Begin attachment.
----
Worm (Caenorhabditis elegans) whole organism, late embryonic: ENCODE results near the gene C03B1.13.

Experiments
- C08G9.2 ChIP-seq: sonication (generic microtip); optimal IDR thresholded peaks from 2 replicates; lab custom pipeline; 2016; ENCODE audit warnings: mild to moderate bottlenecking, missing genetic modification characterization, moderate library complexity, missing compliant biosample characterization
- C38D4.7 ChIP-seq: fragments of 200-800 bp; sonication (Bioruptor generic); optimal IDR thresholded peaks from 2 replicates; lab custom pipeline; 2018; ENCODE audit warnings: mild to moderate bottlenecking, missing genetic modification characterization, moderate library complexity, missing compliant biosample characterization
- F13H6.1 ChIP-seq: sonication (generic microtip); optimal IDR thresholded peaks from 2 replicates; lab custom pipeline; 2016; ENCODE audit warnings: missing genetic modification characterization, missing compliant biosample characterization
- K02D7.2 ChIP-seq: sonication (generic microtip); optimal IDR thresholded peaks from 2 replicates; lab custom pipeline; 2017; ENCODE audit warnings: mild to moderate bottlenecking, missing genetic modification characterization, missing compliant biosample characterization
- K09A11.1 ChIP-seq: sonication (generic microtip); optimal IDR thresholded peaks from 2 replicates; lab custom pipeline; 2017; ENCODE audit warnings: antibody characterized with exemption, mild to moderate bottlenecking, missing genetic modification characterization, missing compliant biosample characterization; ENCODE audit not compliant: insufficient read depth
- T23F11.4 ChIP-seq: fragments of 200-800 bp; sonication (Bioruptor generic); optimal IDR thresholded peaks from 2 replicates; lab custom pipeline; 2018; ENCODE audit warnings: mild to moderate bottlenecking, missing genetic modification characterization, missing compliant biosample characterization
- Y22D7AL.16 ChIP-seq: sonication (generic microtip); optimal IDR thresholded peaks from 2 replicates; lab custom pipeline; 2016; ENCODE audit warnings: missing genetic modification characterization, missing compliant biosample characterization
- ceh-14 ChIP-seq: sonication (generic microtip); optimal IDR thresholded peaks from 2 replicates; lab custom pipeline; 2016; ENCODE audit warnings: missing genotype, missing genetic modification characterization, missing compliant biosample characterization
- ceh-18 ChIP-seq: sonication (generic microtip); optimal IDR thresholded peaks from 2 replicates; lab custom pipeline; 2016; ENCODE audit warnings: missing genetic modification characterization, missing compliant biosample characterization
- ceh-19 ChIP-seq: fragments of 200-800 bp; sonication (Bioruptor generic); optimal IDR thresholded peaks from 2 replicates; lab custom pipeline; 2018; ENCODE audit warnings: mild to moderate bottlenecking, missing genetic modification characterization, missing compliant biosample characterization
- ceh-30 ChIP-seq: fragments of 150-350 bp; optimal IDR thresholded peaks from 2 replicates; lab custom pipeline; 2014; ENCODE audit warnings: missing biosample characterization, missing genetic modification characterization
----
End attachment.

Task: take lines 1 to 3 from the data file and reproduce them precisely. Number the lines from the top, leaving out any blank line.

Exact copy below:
Worm (Caenorhabditis elegans) whole organism, late embryonic: ENCODE results near the gene C03B1.13.

Experiments
- C08G9.2 ChIP-seq: sonication (generic microtip); optimal IDR thresholded peaks from 2 replicates; lab custom pipeline; 2016; ENCODE audit warnings: mild to moderate bottlenecking, missing genetic modification characterization, moderate library complexity, missing compliant biosample characterization